Doug Todd is one of my favorite human beings. Now retired from Mt.SAC, he still keeps busy with Champs XC, among other things. Last week, he gave me a quick call, and we said hello. I was thinking about my friend, so I dug this one up from the archives….
Doug Todd is the Meet Director of one of the largest Track & Field Relays in our sport, the Mt.SAC Relays. The Mt.SAC Relays have given many athletes, young and elite, a chance to compete in the late April for over fifty years.
This year’s event is April 18-22, 2012, and we were fortunate to grab Doug Todd, Meet Director of the Mt.SAC Relays, and ask him a few questions about the fabled meet. Note that Flotrack.org will be covering the PUMA Miles this year as many of the other parts of the Mt.SAC Relays.
We encourage one and all to attend and see a tremendous weekend of track & field. This year, will have some very fast sprints, the PUMA miles, and a superb Distance Carnival!
RBR, #1: Tell us about the Mt.SAC Relays
Doug Todd: It’s going to be a great meet. We have over 350 Universities entered,
200 plus high schools, and despite the fact that there are a number of ‘area.’
championships going on during the Relays weekend, it looks as if we are
getting all of the top HS kids as well. Our elite division is also very
strong, one of the best in recent memory.
RBR, #2: How do people get tickets?
Doug Todd: We recommend purchasing tickets online at tickets.mtsac.edu, but you can
always purchase onsite at the gate as well
RBR, #3, If someone has never been to Mt. SAC relays, what are the key events?
Doug Todd: The Friday night distance carnival – it is a great event featuring some
of the best runners in the US and from around the world. You also
can get an amazing up close and personal view of the athletes competing
on the track level for the PUMA Mile – A classic one-mile length race
aimed at promoting the prestigious goal of breaking the 4 min mile for men, or 4:30
for women. There will be both a men’s and women’s race this year
and over $10, 000.00 in prizes.
Saturday’s events are also not to be missed – from noon to 5 pm, you can
see the crÃ¨me de la crÃ¨me for all divisions. And finally, our new
shot put arena that allows fans to be right on top of the throwers and
see and hear them compete and get after it.
Don’t forget the In N Out Burgers and Robeks Juice; they both are amazing….I
live on that for three days straight!
RBR, #4: Do you have a distance carnival?
Doug Todd: Yes. Thursday and Friday night, Thursday is Steeples and 10,000M,
Friday is 5k’s , Miles, Distance Medleys, and elite 4 x 1600 for the preps.
RBR, #5: What is your favorite part of the Relays?
Doug Todd: Saturday afternoon, when the stands are full, a million things are happening
and all is under control!
RBR# 6: I enjoyed my years viewing the Mt. SAC relays; what will be some of the highlights this year?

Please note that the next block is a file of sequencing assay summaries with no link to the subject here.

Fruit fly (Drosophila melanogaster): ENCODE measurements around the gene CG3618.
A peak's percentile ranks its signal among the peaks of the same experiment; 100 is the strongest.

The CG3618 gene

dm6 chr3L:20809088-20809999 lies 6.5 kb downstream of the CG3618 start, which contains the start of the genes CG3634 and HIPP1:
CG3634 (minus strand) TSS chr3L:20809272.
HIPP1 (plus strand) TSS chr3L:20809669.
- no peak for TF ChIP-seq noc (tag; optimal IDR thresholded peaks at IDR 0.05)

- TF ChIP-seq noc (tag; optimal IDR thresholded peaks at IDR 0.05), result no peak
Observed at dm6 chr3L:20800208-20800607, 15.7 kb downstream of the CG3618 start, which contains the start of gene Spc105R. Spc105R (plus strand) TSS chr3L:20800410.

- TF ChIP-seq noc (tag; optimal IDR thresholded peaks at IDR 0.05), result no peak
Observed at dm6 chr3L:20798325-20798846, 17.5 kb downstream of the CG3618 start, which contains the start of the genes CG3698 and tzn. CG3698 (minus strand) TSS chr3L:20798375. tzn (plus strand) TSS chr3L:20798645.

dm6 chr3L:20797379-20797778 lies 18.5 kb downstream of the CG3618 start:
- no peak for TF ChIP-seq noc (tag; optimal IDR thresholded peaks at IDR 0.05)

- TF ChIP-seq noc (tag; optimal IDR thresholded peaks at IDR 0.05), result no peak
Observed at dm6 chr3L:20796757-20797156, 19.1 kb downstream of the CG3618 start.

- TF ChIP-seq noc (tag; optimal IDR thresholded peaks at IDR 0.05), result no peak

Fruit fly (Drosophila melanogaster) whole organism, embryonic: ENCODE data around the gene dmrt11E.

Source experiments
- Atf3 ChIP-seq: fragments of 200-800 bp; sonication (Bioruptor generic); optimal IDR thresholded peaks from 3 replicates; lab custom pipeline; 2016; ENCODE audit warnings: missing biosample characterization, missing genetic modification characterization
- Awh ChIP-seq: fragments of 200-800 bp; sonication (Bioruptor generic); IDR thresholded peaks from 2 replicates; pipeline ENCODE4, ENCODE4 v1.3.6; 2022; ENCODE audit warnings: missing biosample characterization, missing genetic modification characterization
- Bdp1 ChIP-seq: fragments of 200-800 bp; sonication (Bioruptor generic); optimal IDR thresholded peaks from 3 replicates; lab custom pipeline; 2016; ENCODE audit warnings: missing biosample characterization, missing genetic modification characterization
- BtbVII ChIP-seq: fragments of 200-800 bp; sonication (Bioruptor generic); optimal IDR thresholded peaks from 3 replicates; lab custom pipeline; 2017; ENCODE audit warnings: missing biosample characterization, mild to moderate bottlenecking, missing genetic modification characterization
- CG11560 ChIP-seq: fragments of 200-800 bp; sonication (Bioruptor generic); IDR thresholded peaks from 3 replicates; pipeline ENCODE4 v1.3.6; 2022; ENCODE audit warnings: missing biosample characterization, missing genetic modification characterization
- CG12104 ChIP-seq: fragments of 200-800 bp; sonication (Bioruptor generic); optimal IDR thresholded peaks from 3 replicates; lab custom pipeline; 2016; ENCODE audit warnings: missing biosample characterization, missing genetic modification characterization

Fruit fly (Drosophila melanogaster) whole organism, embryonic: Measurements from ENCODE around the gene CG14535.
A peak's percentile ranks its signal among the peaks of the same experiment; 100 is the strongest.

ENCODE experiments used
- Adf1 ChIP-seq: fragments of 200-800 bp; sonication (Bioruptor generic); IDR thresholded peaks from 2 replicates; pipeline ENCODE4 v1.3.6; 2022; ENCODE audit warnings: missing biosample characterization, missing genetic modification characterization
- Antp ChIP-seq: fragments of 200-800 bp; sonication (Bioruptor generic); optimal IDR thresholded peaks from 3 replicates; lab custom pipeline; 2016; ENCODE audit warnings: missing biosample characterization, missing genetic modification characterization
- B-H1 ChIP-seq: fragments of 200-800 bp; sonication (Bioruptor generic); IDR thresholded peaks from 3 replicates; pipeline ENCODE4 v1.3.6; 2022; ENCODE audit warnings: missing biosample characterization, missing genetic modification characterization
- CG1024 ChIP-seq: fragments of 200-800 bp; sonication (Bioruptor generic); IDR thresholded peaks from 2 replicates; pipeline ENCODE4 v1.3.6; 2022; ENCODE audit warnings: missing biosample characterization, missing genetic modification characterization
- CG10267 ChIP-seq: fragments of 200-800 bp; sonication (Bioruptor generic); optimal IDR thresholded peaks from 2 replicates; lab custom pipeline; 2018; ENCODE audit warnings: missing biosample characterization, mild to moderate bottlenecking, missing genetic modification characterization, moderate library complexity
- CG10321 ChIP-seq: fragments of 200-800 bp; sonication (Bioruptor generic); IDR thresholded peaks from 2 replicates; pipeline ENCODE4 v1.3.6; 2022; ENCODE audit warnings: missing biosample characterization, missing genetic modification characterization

Doug Todd: The Women’s 5 K, the PUMA Miles, the Pole Vault, and the Men’s Long Jump
– just to name a few.
RBR, #7: Can you give us a bit of the history of the Mt.SAC Relays? When did it begin?
What are the keys to its success?
Doug Todd: See attached history document (shown at end of interview).
RBR, #8, PUMA is your major sponsor; what do they do for the Relays?
Doug Todd: They bring excitement to the event that we have not seen in a long time.
Their activation at the Relays has been second to none, and I think they
know how to do that as well as anyone. It has been a great partnership,
the Relays and PUMA each working together in our areas of expertise, makes
for a great experience for both athlete and fan.
RBR, #9, You had a spectacular clinic last fall hosted by Usain Bolt. Can you tell us about that? Doug Todd: It was a great experience! We had over 3000 people attend, it was
amazing. Bolt was able to interact with students and give them insight
and tips on his training process. The students were thrilled and
everyone had a lot of fun.
10. Where can people find info on the meet?
<www.Mtsacrelays.com>;History of Mt. SAC Relays:
Hilmer Lodge was only with the Mt. SAC Relays for a relatively short time, but his impact on it and track and field in the US was profound. In preparation for his first Mt. SAC Relays event, Hilmer convinced the Mt. San Antonio College Board of Trustees to construct a state-of-the-art track and field facility inside an already beautiful stadium complex. When completed, it was considered one of the fastest all-weather tracks in the world. The composition was of volcanic ash, clay and diatomaceous earth.
It was on a cold afternoon of April 24 and 25, 1959, that Lodge’s bold plan to put on a major Relay carnival on the west coast to match those of the well-established Penn and Drake Relays turned into reality. He wanted his event to coincide with the dates of America’s traditional early season meets but not to limit the competition to prep and collegiate-level athletes. He also wanted America’s postgraduate, club, and open athletes to compete as well. Moreover, he wanted women to have opportunities equal to the men.
Thus, in 1959 a major track and field meet was born on the West Coast, unique from any others in the US. At the conclusion of the 1959 affair, Track and Field News reported, “The first annual Mt. SAC Relays got off to a good start with first-class performances in every event and excellent standards of achievement in all areas. The West Coast’s only two-day affair outclassed the old established meets by a wide margin in a comparison of winning performances.”